Subscribe to MeaseyLab Blog by Email

Capturing Xenopus in Chiba City

09 July 2024

A new invasion of Xenopus laevis in Chiba City

Before my visit to Japan I was looking for information about current invasions in the country when I came across a citizen conservation group in Chiba City, who had recorded Xenopus laevis  in a river flowing through a conservation area in their city. I made arrangements to visit the site with Takaki Kurita from the Chiba Prefecture Natural History Museum, and was greeted by a band of entthusiastic conservationists who were all happy to jump into the river with us to capture some Xenopus.

It wasn't long before the first shout went up, and then another and another. In the 34 C heat, we were pulling lots of animals out of the river, including an array of native and invasive fish and American crayfish. 

It was great to work with such enthusiastic conservationists in Chiba Prefecture. 

  Frogs  Lab  Xenopus

Xenopus fieldwork in Tananbe

09 July 2024

Xenopus from the Tanabe peninsula

The invasive population of Xenopus on the Tanabe peninsula has been one that I have wanted to visit for many years. I was alterted to its presence through a paper by Kento Takata from the Wakayama Prefecture Natural History Museum (Takata et al. 2023).

I was really pleased to take this opportunity to visit the Tanabe Peninsula and meet up with Kento and Hiroshi Doei who has been working for 16 years to eliminate Xenopus laevis from the Tanabe Peninsula. Unfortunately for me, Doei has done such a good job that despite setting over 100 traps the night before I arrived, we did not capture a single individual. In fact, they had not seen any individuals in 2024, and only a handful in 2023, with the last tadpoles seen in 2022. 

If this invasive species really has been eliminated from the Tanabe peninsula, this would be a remarkable feat. I take my hat off to Hiroshi Doei who had come up with some truely inventive  ways to set traps and capture animals in more than 30 ponds on the peninsula. It was a great visit, even if I was not able to sample any Xenopus!

One of the key innovations that Hiroshi Doei made was to place traps on a pulley across the pond. This enabled him to set 30 or more traps at a single site with minimal effort..

To get an idea of just how bad the Xenopus population was on the Tanabe peninsula, take a look at this video.

Further Reading
Takata, K., Nishikawa, K., Otsu, Y. and Ui, H., 2023. Intrapopulation Morphological Variation in Introduced African Clawed Frog, Xenopus laevis (Amphibia: Anura: Pipidae) in Japan. Current Herpetology42(1), pp.64-73.
  Frogs  Lab  Xenopus

Fieldwork on Awaji Island, Japan

01 July 2024

Sampling the invasive population of Xenopus on Awaji Island

Japan has several invasive populations of Xenopus laevis and among them is the one on Awaji Island, South of Kobe City. Prof Takeshi Igawa kindly accompanied me to the site, making the trip possible. We were joined there by the amazing Nobuyuki Higashiguchi who has been catching Xenopus from this population for over 6 years. 

The island has a lot of rice paddys and small resevoirs that are needed to flood them. These present a myriad of habitats for Xenopus as they are all interconnected.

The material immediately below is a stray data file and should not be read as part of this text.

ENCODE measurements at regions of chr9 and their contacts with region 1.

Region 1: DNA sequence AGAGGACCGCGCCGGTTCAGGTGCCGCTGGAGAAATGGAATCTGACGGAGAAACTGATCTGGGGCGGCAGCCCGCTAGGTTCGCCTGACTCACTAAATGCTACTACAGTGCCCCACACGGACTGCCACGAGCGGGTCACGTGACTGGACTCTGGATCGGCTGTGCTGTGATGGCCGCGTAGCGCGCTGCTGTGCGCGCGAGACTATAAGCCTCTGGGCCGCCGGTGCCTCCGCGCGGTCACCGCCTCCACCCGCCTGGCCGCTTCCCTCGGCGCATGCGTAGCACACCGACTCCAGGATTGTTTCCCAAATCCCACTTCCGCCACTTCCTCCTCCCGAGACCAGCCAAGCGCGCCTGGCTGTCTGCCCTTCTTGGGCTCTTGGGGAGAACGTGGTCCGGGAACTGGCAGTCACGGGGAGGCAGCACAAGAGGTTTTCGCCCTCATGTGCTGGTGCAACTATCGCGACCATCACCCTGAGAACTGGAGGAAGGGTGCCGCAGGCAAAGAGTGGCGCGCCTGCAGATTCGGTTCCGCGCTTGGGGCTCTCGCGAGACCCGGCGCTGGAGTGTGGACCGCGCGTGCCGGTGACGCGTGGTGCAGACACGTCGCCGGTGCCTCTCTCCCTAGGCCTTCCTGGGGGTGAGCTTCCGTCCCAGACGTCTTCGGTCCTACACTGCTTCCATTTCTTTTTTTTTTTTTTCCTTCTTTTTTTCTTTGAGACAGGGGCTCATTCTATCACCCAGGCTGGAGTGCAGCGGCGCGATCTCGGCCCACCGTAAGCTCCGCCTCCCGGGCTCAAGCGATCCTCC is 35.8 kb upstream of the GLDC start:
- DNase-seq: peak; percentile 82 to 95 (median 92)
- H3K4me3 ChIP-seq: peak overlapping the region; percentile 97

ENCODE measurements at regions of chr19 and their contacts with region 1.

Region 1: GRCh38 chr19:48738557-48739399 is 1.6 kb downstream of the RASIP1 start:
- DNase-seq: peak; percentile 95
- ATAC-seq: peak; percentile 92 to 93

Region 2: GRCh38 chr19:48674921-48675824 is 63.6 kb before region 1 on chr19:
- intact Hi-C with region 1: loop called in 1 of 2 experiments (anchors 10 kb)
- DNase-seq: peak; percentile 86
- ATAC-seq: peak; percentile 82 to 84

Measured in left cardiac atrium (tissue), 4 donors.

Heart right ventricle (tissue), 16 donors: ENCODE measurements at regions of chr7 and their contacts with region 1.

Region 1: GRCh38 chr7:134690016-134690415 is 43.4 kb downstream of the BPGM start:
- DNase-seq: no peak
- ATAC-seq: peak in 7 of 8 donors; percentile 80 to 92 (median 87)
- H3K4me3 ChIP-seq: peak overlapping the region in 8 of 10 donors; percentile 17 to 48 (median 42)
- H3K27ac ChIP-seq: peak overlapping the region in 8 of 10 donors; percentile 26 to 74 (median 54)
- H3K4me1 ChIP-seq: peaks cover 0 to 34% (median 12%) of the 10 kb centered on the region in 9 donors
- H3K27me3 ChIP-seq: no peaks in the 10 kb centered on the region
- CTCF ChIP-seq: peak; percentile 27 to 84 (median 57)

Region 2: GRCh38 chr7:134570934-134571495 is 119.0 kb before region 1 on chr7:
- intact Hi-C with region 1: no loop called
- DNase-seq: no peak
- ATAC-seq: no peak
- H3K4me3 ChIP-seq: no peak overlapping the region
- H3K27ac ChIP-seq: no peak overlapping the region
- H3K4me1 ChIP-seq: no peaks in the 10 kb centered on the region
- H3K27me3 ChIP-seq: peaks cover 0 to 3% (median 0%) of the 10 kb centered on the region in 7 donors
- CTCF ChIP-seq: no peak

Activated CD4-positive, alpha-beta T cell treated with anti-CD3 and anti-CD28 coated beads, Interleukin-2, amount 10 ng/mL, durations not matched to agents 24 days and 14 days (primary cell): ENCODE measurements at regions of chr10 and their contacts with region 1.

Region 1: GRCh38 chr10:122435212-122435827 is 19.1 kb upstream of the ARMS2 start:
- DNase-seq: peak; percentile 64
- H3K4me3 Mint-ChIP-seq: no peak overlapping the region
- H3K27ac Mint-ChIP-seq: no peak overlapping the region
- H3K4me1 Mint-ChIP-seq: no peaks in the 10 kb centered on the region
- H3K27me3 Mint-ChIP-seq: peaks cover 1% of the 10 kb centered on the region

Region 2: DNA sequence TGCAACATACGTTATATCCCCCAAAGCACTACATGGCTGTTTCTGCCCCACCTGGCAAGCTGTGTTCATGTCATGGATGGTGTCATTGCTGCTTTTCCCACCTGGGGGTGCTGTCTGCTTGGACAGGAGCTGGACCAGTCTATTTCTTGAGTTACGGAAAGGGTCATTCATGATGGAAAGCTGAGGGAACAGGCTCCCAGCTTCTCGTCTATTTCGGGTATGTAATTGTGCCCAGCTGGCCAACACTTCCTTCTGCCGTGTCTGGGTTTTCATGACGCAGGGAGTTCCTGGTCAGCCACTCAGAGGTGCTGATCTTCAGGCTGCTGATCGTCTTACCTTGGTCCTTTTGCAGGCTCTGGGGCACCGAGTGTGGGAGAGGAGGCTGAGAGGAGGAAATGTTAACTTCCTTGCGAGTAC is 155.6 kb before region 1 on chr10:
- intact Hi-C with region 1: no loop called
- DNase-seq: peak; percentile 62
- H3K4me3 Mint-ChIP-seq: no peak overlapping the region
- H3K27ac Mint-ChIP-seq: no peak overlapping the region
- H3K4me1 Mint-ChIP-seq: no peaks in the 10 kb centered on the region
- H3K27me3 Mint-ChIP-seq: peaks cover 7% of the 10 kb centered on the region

We spent several days trapping in various different ponds and amassed a large number of animals. We were also treated to the mastery of a throw net as Nobuyi showed us how to catch tadpoles from one of the reservoirs. 

Many thanks to both Takeshi Igawa and Nobuyuki Higashiguchi for making this trip possible. 
  Frogs  Lab  Xenopus

A talk for Hiroshima University

28 June 2024

A talk on rapid evolutionary patterns for Hiroshima University

I was very pleased to be asked to give a talk at the prestigious Amphibian Research Centre at Hiroshima University, Japan. I was hosted by the amazing Profs. Takeshi Igawa and Hajime Ogino. 

There were many students from the Centre who grilled me for what seemed like a very long time after the talk. 


After the talk we went for a great meal with many of the students and staff from the centre. 


Measey, J. (2024) What can biological invasions teach us about rapid evolutionary change? 28 June 2024 Amphibian Research Centre, Hiroshima University, Japan 

Xenopus and old friends in WuHu

13 June 2024

Collecting Xenopus from WuHu, Anhui Province

My friend and collaboratory Prof. Supen Wang had mentioned to me that he had captured Xenopus leavis  near his laboratory in WuHu, Anhui Province, China. So, In mid-June Qen Qen and I flew up to WuHu to see what we could collect. 

It was great to meet up with Profs. Wang and Zhao again. I had been capturing Xenopus with Prof Wang in 2019 in Kunming, but I hadn't seen Prof Zhao since Beijing in 2016. Qen Qen and I were accompanied by their students, Zhirong He and Yuting Wang, to the field sites where we set some bucket traps.

Walking out with our bucket traps

Setting traps at the site of an established population of Xenopus laevis  outside WuHu.

We were successful in capturing some Xenopus laevis (albino) alongside Ambystoma mexicanum (axolotl) in the same trap! Both species are widely available in the pet trade in China.

Many of the animals we captured were very small metamorphs, making dissection challenging!

  Frogs  Lab  Xenopus
Creative Commons Licence
The MeaseyLab Blog is licensed under a Creative Commons Attribution 3.0 Unported License.